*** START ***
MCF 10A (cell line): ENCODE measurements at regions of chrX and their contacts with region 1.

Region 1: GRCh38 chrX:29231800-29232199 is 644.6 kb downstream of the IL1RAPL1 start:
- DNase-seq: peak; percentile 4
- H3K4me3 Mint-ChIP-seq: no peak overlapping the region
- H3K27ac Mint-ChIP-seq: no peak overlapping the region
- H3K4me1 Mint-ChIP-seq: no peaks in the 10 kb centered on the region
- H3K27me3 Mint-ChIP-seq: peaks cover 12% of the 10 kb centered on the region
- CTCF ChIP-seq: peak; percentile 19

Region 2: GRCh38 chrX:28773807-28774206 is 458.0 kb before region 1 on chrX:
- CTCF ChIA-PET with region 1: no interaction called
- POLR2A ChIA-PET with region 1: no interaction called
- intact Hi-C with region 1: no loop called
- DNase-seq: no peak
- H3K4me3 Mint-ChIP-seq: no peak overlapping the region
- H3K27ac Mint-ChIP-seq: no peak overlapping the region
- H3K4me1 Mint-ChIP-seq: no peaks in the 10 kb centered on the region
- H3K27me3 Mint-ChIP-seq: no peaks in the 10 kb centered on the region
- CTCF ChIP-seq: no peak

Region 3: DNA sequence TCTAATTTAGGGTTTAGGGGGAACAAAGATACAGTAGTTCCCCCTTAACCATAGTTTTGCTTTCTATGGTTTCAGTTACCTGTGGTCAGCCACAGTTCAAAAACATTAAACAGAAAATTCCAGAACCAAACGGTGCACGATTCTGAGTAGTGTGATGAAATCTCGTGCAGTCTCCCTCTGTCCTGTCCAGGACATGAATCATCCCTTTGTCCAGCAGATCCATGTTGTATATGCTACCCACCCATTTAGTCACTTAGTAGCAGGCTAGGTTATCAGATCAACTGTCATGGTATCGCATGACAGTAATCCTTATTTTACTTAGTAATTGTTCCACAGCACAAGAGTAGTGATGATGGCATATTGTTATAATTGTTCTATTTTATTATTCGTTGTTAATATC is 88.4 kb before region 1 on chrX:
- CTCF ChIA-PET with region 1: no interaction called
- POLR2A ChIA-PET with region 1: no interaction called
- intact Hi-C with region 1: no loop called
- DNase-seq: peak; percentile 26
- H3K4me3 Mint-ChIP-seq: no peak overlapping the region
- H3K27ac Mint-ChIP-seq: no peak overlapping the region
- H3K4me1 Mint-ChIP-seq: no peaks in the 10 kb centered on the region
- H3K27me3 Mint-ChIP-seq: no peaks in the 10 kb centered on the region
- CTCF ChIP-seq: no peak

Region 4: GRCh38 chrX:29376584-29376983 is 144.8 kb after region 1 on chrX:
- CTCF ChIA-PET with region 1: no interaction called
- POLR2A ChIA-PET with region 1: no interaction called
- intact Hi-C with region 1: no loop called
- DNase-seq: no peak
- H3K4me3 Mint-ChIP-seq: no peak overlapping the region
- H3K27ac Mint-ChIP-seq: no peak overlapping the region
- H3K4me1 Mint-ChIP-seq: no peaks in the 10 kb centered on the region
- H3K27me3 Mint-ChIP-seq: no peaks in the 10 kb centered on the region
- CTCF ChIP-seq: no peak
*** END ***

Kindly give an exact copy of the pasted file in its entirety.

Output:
MCF 10A (cell line): ENCODE measurements at regions of chrX and their contacts with region 1.

Region 1: GRCh38 chrX:29231800-29232199 is 644.6 kb downstream of the IL1RAPL1 start:
- DNase-seq: peak; percentile 4
- H3K4me3 Mint-ChIP-seq: no peak overlapping the region
- H3K27ac Mint-ChIP-seq: no peak overlapping the region
- H3K4me1 Mint-ChIP-seq: no peaks in the 10 kb centered on the region
- H3K27me3 Mint-ChIP-seq: peaks cover 12% of the 10 kb centered on the region
- CTCF ChIP-seq: peak; percentile 19

Region 2: GRCh38 chrX:28773807-28774206 is 458.0 kb before region 1 on chrX:
- CTCF ChIA-PET with region 1: no interaction called
- POLR2A ChIA-PET with region 1: no interaction called
- intact Hi-C with region 1: no loop called
- DNase-seq: no peak
- H3K4me3 Mint-ChIP-seq: no peak overlapping the region
- H3K27ac Mint-ChIP-seq: no peak overlapping the region
- H3K4me1 Mint-ChIP-seq: no peaks in the 10 kb centered on the region
- H3K27me3 Mint-ChIP-seq: no peaks in the 10 kb centered on the region
- CTCF ChIP-seq: no peak

Region 3: DNA sequence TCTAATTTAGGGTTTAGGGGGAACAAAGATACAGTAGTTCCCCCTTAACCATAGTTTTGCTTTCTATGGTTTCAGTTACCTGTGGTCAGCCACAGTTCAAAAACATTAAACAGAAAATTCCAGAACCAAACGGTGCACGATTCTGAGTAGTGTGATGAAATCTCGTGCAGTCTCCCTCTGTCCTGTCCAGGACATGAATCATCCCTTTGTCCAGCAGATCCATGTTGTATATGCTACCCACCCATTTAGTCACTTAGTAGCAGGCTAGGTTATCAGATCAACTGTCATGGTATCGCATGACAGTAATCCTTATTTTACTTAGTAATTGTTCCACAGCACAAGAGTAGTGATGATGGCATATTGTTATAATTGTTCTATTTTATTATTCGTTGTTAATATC is 88.4 kb before region 1 on chrX:
- CTCF ChIA-PET with region 1: no interaction called
- POLR2A ChIA-PET with region 1: no interaction called
- intact Hi-C with region 1: no loop called
- DNase-seq: peak; percentile 26
- H3K4me3 Mint-ChIP-seq: no peak overlapping the region
- H3K27ac Mint-ChIP-seq: no peak overlapping the region
- H3K4me1 Mint-ChIP-seq: no peaks in the 10 kb centered on the region
- H3K27me3 Mint-ChIP-seq: no peaks in the 10 kb centered on the region
- CTCF ChIP-seq: no peak

Region 4: GRCh38 chrX:29376584-29376983 is 144.8 kb after region 1 on chrX:
- CTCF ChIA-PET with region 1: no interaction called
- POLR2A ChIA-PET with region 1: no interaction called
- intact Hi-C with region 1: no loop called
- DNase-seq: no peak
- H3K4me3 Mint-ChIP-seq: no peak overlapping the region
- H3K27ac Mint-ChIP-seq: no peak overlapping the region
- H3K4me1 Mint-ChIP-seq: no peaks in the 10 kb centered on the region
- H3K27me3 Mint-ChIP-seq: no peaks in the 10 kb centered on the region
- CTCF ChIP-seq: no peak